Jun 20 01:05 PM | 1 Like Like |Link to Comment
  • Don't Worry About Target2 [View article]
    Another dose of sanity and clear thinking. Thanks again.
    Jun 14 10:05 AM | Likes Like |Link to Comment
  • The Inconvenient Truth About Spain [View article]
    Dana, It's nice to see someone make the case for reality. The hard - money - tighten - your - belt - lift - yourself - up - by - your - bootstraps chorus may be emotionally satisfying (get a job!) but at the national level it simply doesn't work (as you have pointed out). From your lips to the Bundesbank's ears.
    Apr 18 03:01 PM | Likes Like |Link to Comment
  • Using Buffett's Favorite Ratio To Analyze Apple And Its Industry [View article]
    Great article. It's always important to look at real cash as it circulates through a company. One question though. According to this analysis, Apple would look much better the day after it pays out a one time $20 share special dividend to shareholders. This, despite the fact that buyers would now be getting exactly the same company, minus the cash in the bank. It seems that you need a way to treat a cash hoard differently from other (non liquid, and in most cases required) PPE. Thoughts? Thanks again.
    Jan 9 12:55 PM | 1 Like Like |Link to Comment
  • What You Should Be Investigating Before Investing In A Bank Stock [View article]
    Thanks for the insight. I'm attracted to banks at these levels, but in this environment, the leverage / short term funding potential issues are hard to get comfortable with. What do you think of more traditional banks like WFC, or better yet PNC? Also, what about the processing powerhouses BK and STT? Thanks for your thoughts.
    Jan 3 01:43 PM | Likes Like |Link to Comment
  • Life Insurers Trading Mainly On Volatility [View article]
    Nice article. Some questions: What happens if you control for the level of the SPY? VIX rises as the market falls, so are the insurers reacting to a rise in the VIX, or are they just selling off due to their exposure to market sensitive annuities? Second, what happens if the "safe" investments that they made with the float (european debt etc) turn out to be not so safe? What kind of haircut would serve to wipe them out given the leverage (float / book) ? Also, have you looked at the counter party risk embedded in the "hedges"? Appreciate your thoughts.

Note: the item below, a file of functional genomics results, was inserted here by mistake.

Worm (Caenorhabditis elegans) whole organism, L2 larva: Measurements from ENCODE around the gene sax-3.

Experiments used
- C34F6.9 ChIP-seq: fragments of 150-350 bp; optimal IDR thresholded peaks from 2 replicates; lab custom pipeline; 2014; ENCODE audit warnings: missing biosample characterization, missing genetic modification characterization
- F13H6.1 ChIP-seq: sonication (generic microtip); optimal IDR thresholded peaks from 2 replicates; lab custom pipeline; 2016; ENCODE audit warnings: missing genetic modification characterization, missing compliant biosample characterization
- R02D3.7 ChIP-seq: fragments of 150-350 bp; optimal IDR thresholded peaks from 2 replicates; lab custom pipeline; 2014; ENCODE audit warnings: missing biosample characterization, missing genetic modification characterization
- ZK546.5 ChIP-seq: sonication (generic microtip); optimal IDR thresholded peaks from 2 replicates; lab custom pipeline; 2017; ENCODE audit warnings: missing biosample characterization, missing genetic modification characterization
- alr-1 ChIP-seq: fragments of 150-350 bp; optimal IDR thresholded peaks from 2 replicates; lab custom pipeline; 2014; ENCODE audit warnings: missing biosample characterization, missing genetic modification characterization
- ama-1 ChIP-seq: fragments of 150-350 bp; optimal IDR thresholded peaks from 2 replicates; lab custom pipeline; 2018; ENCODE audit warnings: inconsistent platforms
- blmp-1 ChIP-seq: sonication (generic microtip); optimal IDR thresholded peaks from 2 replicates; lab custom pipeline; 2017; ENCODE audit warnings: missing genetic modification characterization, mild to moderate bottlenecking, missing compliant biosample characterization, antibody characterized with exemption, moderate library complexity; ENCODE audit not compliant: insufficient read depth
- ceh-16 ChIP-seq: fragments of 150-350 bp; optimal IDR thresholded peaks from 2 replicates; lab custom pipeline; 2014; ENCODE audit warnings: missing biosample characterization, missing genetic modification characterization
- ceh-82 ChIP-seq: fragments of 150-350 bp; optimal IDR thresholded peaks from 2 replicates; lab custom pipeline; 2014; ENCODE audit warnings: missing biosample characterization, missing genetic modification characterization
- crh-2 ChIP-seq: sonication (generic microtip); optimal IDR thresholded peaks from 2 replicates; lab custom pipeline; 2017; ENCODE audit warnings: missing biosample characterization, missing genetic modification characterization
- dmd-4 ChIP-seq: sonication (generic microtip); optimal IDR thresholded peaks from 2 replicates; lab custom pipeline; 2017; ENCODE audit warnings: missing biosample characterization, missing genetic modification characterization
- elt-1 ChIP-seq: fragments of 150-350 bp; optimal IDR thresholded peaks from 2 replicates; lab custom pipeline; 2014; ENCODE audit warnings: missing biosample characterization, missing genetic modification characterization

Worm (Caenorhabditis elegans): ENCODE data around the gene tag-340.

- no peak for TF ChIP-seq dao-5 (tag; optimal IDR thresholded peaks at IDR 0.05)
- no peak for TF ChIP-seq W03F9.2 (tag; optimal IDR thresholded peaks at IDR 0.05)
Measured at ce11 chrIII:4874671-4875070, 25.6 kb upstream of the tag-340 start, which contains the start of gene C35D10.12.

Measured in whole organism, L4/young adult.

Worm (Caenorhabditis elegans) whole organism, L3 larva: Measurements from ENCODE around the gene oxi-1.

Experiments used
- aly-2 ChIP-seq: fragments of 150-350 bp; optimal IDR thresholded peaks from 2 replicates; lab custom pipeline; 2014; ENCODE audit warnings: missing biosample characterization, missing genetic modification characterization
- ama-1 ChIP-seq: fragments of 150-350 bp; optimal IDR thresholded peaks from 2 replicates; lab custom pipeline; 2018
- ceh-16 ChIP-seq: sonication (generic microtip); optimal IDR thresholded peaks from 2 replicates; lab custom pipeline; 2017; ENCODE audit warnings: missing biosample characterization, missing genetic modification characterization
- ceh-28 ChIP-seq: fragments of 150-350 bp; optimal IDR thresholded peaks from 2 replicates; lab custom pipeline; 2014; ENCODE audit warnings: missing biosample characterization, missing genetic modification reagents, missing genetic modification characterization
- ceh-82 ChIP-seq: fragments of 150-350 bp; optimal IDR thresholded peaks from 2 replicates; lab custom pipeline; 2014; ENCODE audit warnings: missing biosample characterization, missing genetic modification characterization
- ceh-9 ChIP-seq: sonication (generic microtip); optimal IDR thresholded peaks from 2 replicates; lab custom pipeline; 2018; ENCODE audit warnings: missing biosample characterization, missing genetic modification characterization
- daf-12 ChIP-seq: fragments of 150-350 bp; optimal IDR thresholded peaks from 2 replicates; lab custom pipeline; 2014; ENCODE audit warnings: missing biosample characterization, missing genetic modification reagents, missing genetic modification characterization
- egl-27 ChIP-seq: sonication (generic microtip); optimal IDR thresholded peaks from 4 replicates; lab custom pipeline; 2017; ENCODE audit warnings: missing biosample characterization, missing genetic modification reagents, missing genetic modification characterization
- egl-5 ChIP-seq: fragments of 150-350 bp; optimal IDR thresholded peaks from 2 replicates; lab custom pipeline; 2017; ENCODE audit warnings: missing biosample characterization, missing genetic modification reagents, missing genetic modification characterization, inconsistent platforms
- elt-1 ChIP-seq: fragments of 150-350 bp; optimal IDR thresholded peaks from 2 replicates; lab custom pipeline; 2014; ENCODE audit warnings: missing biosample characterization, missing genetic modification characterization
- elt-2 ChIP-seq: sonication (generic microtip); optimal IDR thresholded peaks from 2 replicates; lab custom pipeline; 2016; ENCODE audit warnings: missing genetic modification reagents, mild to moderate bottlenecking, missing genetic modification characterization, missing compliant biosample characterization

Dec 28 11:28 AM | Likes Like |Link to Comment
  • Warren Buffett's Investment In Bank Of America Is Doing Just Fine [View article]
    Not at all. If BAC buys back the preferred shares, Buffett still keeps the warrants. Nice article OP. I am amazed at how often even the WSJ is completely wrong about what Buffett is investing in. If they can't even get something simple like that right, what about more complex topics?
    Dec 21 05:12 PM | 3 Likes Like |Link to Comment
  • Why Apple's Cheap [View article]
    A great analysis of why the stock is so persistently cheap. Unlike most mega cap corporations Apple has to keep reinventing it's products (or coming up with great new ones) every few years. So far, it has knocked the ball out of the park time after time, and the stock pops accordingly. One miss, though, and the shares will fall through the floor.
    Dec 6 12:27 PM | 1 Like Like |Link to Comment
  • The Ultimate Demise Of The Euro: When, Not If [View article]
    A good summary of where we stand now. But the $64k question is: What happens in the near term? How do you position for the next few weeks / months? What is your prescription for making / not losing money in the near future? Any market predictions you would care to make? I'm all ears.

    For my money, I think the Euro survives, the ECB prints, Germany gets some sort of central budget watchdog, and we are back here again after the less competitive members don't make good on their promises. But this will take a couple of years, so until then don't fight the fed (s).
    Dec 5 07:01 PM | 6 Likes Like |Link to Comment
COMMENTS STATS
77 Comments